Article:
In the Albert Hall just before Christmas one year with a full orchestra playing and with an audience of 5,000 singing, unfortunately one of the keys got stuck, but fortunately it was fixed after one verse. The curator took six hours to work out what had gone wrong. After that I was given a tour of the instrument. Some of the components have not been removed since 1881, and we’re unsure what would happen if they were removed. Each instrument is unique. This demonstrates the whole engineering challenge of keeping an organ working.

What advice would you give to those who are considering a career in music?

If you are considering this, don’t look at music as the only option. We’re coming to recognise the benefits that music gives you, including an ability to work with other people (often in quite an intimate way that requires a close understanding), the appreciation of beauty and recognising that there’s more to life than money. It’s a tough career but can be greatly rewarding, so follow it as far as you can. If your career takes you off in a different direction, you might be able to come back to it later in life.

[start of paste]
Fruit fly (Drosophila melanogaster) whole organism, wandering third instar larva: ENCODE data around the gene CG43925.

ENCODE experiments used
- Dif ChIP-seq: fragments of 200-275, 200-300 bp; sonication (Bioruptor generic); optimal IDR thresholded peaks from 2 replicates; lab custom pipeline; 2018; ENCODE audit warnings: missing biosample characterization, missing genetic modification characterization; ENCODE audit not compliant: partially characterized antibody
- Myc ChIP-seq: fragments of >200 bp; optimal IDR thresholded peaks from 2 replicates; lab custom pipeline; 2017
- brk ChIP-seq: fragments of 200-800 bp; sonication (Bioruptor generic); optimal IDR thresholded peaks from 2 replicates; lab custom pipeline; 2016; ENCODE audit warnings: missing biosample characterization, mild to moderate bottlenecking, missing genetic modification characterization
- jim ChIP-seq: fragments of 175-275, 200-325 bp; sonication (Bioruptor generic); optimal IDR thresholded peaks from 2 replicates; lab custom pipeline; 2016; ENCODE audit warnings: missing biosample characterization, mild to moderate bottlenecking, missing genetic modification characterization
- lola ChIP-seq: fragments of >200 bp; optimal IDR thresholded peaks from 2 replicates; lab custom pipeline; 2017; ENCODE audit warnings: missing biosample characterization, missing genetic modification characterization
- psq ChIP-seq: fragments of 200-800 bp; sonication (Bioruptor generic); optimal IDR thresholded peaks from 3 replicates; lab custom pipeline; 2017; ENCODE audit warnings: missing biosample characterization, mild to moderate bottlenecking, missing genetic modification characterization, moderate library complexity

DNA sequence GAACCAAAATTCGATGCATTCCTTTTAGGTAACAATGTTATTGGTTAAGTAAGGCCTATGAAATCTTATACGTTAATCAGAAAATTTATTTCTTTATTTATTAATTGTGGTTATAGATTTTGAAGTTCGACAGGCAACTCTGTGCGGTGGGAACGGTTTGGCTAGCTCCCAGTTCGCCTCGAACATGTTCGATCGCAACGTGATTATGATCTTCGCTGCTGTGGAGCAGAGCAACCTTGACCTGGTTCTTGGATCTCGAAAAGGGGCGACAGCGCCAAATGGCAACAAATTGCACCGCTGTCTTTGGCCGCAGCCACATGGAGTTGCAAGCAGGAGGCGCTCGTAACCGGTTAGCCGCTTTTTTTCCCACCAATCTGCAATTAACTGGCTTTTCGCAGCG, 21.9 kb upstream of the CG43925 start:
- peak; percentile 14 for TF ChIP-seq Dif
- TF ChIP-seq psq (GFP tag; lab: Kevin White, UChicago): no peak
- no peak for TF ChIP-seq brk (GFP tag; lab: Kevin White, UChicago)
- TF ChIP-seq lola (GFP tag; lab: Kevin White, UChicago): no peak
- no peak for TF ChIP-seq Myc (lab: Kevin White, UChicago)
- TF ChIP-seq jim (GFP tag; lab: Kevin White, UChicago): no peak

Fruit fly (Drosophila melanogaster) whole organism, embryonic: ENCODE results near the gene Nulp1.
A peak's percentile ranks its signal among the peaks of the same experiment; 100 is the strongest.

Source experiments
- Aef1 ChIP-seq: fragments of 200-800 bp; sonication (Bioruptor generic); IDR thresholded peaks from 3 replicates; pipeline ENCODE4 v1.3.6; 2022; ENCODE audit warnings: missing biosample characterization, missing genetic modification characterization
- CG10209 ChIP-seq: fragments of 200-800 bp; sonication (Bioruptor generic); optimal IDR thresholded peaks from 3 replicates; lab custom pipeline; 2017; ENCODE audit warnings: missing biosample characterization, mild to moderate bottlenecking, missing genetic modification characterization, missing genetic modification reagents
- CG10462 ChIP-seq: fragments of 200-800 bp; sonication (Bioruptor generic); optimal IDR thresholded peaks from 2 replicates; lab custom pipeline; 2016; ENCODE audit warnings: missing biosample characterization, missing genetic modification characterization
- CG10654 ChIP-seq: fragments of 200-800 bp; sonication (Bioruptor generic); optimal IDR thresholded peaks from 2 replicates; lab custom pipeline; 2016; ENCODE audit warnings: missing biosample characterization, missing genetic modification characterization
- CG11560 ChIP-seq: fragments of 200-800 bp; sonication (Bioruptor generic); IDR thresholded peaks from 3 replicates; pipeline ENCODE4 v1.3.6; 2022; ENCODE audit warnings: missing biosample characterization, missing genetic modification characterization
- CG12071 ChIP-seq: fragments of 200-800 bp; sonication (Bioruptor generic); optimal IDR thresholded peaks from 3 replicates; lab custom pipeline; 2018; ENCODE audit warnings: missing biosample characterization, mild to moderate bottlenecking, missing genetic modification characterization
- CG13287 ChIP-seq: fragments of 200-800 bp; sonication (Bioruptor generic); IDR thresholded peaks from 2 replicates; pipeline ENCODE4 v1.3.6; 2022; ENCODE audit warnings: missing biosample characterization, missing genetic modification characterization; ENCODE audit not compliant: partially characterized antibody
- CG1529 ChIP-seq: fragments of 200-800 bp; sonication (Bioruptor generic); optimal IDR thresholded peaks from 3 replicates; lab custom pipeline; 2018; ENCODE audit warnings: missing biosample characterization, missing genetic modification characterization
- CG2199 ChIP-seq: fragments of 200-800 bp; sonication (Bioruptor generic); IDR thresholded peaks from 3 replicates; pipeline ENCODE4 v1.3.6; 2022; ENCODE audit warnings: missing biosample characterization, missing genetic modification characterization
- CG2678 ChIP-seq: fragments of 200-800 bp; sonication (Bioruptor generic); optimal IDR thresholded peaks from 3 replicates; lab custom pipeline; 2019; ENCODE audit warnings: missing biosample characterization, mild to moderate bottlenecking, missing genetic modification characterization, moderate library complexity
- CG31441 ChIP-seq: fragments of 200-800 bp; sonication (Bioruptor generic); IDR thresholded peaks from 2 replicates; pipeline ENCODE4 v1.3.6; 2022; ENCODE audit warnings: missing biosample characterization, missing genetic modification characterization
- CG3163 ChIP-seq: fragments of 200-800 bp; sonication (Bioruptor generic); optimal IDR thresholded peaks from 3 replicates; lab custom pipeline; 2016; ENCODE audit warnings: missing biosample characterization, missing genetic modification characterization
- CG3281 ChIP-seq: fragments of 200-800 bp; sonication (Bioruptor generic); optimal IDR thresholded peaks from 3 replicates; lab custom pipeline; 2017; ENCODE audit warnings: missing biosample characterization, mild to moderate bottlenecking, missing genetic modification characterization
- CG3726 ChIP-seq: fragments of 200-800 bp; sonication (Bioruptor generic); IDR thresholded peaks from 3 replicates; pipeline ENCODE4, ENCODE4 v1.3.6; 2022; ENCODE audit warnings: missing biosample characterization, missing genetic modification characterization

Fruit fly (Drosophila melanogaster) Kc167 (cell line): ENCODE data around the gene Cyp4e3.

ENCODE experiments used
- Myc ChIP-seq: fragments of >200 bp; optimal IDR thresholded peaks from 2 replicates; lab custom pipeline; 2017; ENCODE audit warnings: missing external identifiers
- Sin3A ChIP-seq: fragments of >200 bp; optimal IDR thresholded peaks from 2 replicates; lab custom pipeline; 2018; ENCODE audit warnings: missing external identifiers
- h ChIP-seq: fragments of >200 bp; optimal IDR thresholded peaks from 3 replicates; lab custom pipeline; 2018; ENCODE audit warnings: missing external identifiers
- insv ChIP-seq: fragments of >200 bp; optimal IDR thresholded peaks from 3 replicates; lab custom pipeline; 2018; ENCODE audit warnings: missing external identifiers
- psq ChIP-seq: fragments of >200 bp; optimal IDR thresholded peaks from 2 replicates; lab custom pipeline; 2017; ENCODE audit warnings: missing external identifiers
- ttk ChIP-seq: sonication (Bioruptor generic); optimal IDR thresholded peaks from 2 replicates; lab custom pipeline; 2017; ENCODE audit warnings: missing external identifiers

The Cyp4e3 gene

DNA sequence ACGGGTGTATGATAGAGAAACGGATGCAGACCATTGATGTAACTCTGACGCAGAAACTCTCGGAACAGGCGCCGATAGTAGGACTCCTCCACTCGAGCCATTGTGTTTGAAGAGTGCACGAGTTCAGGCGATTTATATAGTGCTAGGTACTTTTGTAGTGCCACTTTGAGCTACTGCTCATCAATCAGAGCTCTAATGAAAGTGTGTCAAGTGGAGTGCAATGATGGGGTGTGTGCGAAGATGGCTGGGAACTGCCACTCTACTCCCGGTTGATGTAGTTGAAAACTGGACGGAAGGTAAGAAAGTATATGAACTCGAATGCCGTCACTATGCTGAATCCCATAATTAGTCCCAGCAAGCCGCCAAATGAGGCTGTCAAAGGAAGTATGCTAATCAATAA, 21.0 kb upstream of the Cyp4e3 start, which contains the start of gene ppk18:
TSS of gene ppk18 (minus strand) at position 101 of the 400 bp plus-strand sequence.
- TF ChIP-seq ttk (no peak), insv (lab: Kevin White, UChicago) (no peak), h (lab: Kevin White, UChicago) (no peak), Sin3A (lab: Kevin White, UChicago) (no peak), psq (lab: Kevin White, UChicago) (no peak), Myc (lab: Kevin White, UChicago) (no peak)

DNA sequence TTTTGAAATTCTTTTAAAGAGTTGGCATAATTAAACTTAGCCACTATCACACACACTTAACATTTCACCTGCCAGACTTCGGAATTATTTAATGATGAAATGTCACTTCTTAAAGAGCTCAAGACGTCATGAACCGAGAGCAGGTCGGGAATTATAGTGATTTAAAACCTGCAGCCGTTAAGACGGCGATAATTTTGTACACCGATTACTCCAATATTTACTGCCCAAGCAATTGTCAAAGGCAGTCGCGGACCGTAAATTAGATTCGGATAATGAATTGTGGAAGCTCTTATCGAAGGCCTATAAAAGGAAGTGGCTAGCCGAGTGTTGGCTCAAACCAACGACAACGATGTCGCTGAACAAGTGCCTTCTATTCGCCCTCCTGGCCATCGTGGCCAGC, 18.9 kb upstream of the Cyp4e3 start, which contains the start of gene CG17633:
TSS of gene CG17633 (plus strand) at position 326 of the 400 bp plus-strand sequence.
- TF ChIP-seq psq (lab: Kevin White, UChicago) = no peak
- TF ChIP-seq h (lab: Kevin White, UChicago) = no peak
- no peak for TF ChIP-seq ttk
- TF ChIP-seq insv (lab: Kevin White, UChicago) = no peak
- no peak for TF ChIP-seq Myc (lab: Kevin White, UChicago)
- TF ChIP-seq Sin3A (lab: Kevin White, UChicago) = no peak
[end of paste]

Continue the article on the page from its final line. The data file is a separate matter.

What would you like to be doing in 5 years’ time?

I’d like to have a bit more time for practising the organ more, and learning new music. You can so easily download music these days.

About Richard

Richard was organ scholar at Trinity College, Cambridge, then studied piano accompaniment for two years at the Guildhall School of Music and Drama in London.  He is now a professor at the GSMD, coaching singers and instrumentalists for careers in opera and the concert platform, and is a trustee of the Josephine Baker Trust, which supports young soloists at the Royal Academy of Music and the Royal College of Music in London.